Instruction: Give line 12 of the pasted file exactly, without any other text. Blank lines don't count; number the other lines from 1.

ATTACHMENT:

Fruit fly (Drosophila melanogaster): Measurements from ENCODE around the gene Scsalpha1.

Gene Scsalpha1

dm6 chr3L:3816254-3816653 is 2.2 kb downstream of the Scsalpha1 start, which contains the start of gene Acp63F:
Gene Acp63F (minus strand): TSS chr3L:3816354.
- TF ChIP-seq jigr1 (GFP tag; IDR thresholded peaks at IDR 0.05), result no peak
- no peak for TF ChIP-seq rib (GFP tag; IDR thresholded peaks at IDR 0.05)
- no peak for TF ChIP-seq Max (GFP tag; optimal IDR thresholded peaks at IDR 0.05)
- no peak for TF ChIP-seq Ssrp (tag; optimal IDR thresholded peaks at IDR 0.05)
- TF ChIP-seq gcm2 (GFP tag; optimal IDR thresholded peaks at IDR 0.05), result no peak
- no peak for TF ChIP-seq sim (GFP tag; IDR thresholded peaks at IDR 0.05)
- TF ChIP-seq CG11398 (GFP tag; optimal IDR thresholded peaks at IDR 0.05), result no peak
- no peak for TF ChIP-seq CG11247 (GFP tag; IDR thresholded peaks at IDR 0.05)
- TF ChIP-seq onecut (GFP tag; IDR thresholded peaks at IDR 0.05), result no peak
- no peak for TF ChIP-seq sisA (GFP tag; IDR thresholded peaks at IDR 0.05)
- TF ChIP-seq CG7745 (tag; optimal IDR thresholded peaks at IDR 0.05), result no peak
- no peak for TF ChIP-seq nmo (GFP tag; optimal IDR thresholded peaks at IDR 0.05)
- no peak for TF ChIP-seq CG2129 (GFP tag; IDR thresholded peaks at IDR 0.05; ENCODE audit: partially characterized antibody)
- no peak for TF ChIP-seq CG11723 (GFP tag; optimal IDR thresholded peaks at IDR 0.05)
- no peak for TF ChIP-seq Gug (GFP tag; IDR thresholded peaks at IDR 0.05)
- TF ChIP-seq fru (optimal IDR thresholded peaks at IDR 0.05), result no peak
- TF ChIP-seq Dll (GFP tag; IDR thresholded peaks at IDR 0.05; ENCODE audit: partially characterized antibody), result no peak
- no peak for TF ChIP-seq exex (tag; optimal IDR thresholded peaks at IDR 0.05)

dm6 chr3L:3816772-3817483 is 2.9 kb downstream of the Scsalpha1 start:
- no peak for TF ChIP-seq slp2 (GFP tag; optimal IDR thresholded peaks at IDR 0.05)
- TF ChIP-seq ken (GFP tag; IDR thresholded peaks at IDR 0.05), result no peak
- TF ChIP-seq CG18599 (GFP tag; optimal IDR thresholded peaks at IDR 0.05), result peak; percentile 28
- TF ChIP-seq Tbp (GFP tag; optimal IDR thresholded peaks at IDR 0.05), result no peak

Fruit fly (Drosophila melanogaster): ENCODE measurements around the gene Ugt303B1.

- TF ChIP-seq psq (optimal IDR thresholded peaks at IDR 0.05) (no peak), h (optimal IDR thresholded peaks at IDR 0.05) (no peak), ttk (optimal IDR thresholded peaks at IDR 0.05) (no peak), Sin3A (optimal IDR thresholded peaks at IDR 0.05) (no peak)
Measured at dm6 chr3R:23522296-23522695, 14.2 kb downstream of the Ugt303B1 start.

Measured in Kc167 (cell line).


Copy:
- no peak for TF ChIP-seq CG11247 (GFP tag; IDR thresholded peaks at IDR 0.05)